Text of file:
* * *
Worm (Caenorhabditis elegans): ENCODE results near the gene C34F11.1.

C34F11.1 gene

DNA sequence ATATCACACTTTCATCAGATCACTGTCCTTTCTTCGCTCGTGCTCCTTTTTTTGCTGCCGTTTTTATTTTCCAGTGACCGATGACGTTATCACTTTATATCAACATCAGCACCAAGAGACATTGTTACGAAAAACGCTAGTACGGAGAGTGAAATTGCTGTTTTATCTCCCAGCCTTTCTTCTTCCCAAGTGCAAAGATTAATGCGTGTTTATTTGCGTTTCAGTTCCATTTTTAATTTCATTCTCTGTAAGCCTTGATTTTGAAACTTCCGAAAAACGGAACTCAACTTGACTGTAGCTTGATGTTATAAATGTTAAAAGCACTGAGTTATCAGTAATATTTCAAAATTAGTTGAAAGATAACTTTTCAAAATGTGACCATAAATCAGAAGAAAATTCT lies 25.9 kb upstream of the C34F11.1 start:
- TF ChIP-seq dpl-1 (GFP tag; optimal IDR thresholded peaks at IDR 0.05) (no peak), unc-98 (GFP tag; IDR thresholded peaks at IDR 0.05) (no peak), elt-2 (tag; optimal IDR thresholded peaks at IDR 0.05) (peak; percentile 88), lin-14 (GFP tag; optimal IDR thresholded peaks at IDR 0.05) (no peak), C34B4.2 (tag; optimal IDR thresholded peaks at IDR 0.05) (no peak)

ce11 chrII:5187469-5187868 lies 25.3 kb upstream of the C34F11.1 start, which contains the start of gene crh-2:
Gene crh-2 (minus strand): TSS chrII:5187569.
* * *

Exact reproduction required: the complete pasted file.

Worm (Caenorhabditis elegans): ENCODE results near the gene C34F11.1.

C34F11.1 gene

DNA sequence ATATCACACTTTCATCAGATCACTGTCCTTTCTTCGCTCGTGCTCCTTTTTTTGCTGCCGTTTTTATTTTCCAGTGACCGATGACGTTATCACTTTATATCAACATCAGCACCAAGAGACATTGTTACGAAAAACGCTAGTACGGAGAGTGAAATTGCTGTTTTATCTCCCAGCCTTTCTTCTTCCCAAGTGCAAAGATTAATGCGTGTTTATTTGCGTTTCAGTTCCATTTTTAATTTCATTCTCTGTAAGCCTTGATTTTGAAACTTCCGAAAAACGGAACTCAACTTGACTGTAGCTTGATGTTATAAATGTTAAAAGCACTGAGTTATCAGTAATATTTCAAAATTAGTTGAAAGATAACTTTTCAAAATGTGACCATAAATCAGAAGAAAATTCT lies 25.9 kb upstream of the C34F11.1 start:
- TF ChIP-seq dpl-1 (GFP tag; optimal IDR thresholded peaks at IDR 0.05) (no peak), unc-98 (GFP tag; IDR thresholded peaks at IDR 0.05) (no peak), elt-2 (tag; optimal IDR thresholded peaks at IDR 0.05) (peak; percentile 88), lin-14 (GFP tag; optimal IDR thresholded peaks at IDR 0.05) (no peak), C34B4.2 (tag; optimal IDR thresholded peaks at IDR 0.05) (no peak)

ce11 chrII:5187469-5187868 lies 25.3 kb upstream of the C34F11.1 start, which contains the start of gene crh-2:
Gene crh-2 (minus strand): TSS chrII:5187569.